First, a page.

Oh the Places You’ll Go: Luther, Bonhoeffer Residences

Reflections from Dr. Howell

Our choir is hatching plans to sing on tour in Germany next year – and I am thinking I might intersect with them on a pilgrimage I would lead to places where Martin Luther and Dietrich Bonhoeffer lived and amazed (and still amaze) the world. Germany (and especially the former East Germany) is the ideal setting to meet, as Luther and Bach lived and worked in beautiful little cities there; I love all the little churches that have a sign at the door: “Luther preached here,” or “Bach played our organ.”

Luther, people might forget, was pivotal in the development of sacred music. Bach was a devoted scholar of Luther’s theology, and put much of his best stuff to music. Bonhoeffer was a musician too. I got to play a few notes on a harpsichord he played in his home.

I fully understand you can live a full life and not even know much about Luther, Bach or Bonhoeffer. Or you can know this and that about them at a distance. You can listen to Bach on Spotify, and we’ve had small groups read Bonhoeffer’s “Cost of Discipleship.”

But for me, these 3 giants came to life the first time I stepped into their birthplaces, their schools, their churches, and places where they hid from persecution or even caused some themselves. Bach was baptized in the St. George’s church in Eisenach. On that cold day in 1685, his parents had already suffered the death of 4 children from various causes. They had to wonder if he’d survive.

If you step outside that church and look up about a mile to the southwest to the rocky outcrop looming over the city, you see the Wartburg Castle, where Luther went into hiding once the authorities were hounding him after his inflammatory “Here I Stand” defiance of the powers of both church and state. He grew a beard and took a fake name (“Junker Jörg”). At a small wooden desk with a window overlooking the city, he translated the Bible into Germany, and began writing hymns, including “A Mighty Fortress.”

What I sensed in the space of Bach’s baptism and Luther’s borrowed castle was the perilous, tenuous nature of life for these geniuses, how truth and beauty are always at considerable risk, and how those who gift us with that beauty and truth from God are real people coping with discomforts, dangers, daily conditions that would undo us, and interpersonal challenges. How could it be otherwise?

So to Bonhoeffer: I fell in love with this giant of a theologian who was executed by the Nazis just days before the end of World War II. He would have gone down in history as one of the church’s greatest thinkers without the whole opposition to Hitler thing. But his courage in the face of lethal threats from the Gestapo, and leading other pastors and their churches into peril to stand against evil: so moving, and for a man who grew up in a fairly comfortable home among professional people.

My visit to his home was unforgettable. My guide first took me upstairs to Bonhoeffer’s bedroom. Wooden bookshelves along two walls – which he’d built with his own hands, and which held books by Luther and a holy host of other theologians who shaped his thinking. By the window was his small desk and chair, where he wrote his books – and you have to consider when he sat there, he was probing the heart and mind of God, and writing down what he was hearing, visualizing, understanding. So beautiful. Downright inspired, and inspiring. And of course, his harpsichord next to his desk. He loved music, especially playing Bach.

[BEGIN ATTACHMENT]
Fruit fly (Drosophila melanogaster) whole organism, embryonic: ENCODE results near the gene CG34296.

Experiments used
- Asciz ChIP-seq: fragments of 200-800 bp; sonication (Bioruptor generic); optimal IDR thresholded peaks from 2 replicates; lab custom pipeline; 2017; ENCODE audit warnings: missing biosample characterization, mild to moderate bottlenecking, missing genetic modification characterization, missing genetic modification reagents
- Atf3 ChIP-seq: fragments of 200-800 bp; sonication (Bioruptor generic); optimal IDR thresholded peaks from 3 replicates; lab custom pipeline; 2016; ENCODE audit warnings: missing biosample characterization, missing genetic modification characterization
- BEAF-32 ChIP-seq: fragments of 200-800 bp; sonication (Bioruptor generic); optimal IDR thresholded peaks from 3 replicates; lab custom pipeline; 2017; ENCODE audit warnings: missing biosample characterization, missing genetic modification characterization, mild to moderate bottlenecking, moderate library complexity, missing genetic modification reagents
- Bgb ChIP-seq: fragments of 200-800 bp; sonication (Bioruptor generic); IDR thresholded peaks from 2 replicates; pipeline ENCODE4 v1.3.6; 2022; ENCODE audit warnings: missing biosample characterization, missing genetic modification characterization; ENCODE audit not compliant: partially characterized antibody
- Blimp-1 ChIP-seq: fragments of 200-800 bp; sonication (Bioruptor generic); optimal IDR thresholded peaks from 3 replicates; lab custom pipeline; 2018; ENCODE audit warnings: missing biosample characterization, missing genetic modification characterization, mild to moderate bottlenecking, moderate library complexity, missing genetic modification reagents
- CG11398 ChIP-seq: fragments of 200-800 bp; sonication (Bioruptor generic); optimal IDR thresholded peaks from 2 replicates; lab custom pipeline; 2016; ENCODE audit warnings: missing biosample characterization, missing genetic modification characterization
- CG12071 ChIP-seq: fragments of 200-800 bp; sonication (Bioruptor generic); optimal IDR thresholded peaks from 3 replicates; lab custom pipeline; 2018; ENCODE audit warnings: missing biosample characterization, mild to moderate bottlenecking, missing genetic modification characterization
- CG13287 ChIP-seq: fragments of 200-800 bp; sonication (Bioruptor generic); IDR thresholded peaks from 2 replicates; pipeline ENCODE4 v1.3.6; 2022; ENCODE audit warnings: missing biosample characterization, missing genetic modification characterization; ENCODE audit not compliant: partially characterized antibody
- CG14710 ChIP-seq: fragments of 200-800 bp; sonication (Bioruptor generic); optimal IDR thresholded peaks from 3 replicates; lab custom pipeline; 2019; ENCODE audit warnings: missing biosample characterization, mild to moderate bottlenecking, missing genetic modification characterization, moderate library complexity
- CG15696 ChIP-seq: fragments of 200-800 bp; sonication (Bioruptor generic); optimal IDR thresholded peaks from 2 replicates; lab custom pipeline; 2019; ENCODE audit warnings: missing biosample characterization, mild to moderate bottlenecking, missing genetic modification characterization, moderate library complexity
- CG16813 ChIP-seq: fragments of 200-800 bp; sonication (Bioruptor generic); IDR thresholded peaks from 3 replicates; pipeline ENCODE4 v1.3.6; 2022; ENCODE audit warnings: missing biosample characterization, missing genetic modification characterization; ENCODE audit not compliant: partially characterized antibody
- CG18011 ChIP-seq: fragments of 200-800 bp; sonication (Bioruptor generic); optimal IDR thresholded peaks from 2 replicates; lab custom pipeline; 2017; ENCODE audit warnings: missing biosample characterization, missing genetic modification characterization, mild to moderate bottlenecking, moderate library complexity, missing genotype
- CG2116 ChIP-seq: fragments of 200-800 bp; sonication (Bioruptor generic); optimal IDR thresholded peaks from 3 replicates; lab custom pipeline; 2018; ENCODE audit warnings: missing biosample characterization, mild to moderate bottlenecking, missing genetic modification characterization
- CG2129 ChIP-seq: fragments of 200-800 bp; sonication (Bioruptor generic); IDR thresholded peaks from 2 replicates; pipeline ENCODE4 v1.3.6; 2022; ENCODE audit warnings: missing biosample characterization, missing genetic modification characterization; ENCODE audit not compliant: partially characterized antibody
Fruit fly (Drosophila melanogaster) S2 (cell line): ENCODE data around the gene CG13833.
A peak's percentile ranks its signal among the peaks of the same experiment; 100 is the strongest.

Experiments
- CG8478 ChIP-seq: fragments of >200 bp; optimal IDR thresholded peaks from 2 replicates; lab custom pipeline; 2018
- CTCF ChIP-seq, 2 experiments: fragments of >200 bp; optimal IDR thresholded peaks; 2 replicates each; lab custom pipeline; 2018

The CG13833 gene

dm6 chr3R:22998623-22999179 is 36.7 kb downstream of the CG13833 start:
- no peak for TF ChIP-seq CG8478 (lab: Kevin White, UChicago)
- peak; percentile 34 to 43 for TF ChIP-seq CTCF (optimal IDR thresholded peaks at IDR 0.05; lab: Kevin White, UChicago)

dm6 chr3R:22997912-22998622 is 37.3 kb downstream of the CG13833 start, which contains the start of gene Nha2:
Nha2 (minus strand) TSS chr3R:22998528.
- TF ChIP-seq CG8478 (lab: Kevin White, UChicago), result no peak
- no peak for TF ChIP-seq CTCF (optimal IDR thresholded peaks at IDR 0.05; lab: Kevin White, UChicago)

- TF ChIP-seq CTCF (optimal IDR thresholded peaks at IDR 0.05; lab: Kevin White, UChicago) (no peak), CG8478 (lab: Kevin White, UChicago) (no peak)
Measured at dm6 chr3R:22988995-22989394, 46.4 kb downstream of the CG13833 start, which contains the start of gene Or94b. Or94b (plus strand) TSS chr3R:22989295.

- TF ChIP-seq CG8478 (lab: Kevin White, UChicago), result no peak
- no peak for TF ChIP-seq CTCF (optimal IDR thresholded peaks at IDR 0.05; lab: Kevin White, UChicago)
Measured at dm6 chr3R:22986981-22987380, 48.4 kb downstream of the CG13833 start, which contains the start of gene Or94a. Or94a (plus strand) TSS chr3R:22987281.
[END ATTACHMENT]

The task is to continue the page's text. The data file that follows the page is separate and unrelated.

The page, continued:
When we returned to the bottom of the stairs, we stopped by an old-timey phone sitting on a stand. He told me of the day this phone rang, and a Nazi sympathetic to Bonhoeffer called to say “Get out of the house now, run, now.” Bonhoeffer ran upstairs to grab his bag; but when he got back to the door, the Gestapo was already there. They seized him, and took him away, His parents, siblings and fiancée never saw him again.

That phone at the bottom of the stairs is etched deeply inside me. As is the cell at Buchenwald I got to visit where Bonhoeffer was incarcerated – and where he won the affection and admiration of even the most brutal Nazis.

I could and perhaps will say more about Germany. The Holocaust lingers there like nowhere else. Within the lifetime of many still living there, Jews and a few Christians were murdered out of unadulterated, vile hatred among Lutherans and Catholics who were faithful churchgoers. Luther had been a vicious anti-Semite himself.

But Germany has done sensible things. Freedom of speech generally reigns in Germany, but you cannot fly a Swastika flag or promote anything kin to Nazism; and Hitler’s apartment in Berlin is unfindable. They understand how horrific some expressions of freedom can be, how dangerous, so atrocious that their state says This cannot be here. Are we really okay with rallies and Capitol invaders displaying Swastikas and Auschwitz signs? There’s too much beauty to let too much ugliness poison and kill. Maybe it’s Bach who can show us the way.